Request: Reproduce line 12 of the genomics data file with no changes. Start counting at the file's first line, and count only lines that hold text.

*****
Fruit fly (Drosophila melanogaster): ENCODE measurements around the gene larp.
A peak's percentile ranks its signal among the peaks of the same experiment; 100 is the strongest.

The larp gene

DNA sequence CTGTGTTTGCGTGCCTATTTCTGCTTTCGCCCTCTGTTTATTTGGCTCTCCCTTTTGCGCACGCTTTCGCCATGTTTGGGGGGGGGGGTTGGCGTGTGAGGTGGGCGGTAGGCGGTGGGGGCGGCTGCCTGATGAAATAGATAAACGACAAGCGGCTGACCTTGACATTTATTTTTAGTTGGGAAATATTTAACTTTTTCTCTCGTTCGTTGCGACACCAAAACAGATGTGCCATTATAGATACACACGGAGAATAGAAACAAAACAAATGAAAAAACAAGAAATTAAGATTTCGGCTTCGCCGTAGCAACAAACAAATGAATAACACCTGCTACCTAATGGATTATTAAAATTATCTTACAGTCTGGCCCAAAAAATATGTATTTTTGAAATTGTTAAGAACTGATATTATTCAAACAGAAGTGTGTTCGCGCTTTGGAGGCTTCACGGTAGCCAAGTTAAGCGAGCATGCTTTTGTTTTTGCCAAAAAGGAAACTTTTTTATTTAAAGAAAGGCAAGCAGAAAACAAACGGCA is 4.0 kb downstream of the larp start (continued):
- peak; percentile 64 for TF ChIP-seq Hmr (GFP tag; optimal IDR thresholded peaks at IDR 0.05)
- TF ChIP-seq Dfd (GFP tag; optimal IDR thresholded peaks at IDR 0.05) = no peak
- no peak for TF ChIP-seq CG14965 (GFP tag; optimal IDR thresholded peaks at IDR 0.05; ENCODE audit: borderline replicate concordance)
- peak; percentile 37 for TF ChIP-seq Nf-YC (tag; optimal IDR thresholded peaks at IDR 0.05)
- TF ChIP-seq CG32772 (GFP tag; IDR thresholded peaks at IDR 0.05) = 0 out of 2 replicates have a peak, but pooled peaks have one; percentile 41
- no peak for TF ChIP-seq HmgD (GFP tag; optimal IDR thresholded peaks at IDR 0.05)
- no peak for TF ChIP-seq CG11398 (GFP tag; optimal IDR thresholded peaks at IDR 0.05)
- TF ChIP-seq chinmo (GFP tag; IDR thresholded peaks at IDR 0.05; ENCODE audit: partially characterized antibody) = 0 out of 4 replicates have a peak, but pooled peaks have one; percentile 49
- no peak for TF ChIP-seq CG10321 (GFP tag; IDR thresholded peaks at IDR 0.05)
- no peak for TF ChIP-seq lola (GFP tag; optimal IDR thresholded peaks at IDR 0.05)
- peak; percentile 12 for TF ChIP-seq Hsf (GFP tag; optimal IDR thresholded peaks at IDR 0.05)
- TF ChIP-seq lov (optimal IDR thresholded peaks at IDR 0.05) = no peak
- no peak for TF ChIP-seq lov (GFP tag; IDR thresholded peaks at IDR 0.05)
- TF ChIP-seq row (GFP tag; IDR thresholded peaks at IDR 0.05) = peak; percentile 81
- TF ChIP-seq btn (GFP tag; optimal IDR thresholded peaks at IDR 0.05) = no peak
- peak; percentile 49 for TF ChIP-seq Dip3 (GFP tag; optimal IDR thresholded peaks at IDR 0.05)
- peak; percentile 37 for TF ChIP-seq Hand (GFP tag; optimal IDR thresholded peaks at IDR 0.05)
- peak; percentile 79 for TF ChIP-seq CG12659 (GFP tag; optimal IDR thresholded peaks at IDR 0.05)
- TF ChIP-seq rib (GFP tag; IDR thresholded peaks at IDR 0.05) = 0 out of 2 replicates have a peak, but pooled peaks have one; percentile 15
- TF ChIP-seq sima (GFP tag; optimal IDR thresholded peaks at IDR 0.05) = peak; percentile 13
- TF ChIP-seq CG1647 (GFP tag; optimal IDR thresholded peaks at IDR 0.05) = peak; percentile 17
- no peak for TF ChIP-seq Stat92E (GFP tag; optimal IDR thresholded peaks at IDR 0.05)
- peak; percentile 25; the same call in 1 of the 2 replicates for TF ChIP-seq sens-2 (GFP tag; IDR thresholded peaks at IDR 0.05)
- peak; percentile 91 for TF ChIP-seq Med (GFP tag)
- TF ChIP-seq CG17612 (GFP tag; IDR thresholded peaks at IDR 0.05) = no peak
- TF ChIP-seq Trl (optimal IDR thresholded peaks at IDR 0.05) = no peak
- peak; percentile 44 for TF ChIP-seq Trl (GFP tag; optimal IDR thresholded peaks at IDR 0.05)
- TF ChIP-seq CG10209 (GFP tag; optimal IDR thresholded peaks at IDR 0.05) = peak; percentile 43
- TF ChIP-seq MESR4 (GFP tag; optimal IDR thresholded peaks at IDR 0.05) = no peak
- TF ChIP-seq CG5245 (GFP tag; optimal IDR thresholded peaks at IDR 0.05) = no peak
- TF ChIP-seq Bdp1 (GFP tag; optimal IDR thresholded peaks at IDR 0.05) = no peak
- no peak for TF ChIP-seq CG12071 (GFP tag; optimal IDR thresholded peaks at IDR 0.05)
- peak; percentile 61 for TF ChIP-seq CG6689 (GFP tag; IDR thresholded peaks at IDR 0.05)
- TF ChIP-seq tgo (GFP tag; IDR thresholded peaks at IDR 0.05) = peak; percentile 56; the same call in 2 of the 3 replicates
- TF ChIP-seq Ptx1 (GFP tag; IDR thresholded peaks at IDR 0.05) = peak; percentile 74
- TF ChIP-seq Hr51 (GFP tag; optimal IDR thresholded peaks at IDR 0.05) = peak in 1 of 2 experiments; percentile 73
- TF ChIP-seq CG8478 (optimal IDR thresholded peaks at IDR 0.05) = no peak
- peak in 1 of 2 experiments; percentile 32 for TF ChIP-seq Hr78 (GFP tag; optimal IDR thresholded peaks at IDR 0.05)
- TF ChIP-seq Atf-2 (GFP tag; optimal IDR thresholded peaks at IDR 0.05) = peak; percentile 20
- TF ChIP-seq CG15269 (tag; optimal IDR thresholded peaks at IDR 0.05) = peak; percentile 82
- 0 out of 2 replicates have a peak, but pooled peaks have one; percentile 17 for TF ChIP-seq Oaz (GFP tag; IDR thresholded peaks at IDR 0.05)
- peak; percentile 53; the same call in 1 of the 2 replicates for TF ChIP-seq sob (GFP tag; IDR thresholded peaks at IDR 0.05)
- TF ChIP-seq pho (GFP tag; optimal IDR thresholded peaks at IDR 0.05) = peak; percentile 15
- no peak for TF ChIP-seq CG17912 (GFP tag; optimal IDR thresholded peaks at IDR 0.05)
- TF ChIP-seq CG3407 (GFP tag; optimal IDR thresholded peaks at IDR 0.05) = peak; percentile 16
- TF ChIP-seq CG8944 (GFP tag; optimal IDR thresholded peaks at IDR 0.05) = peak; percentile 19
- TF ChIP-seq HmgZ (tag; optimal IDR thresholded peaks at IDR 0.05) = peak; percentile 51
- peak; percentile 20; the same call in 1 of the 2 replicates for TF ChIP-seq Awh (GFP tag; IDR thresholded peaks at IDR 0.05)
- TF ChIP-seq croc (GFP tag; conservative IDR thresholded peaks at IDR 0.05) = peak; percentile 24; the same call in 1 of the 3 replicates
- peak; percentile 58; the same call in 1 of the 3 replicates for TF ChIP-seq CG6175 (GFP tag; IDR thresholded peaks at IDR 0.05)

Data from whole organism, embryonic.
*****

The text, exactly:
- TF ChIP-seq chinmo (GFP tag; IDR thresholded peaks at IDR 0.05; ENCODE audit: partially characterized antibody) = 0 out of 4 replicates have a peak, but pooled peaks have one; percentile 49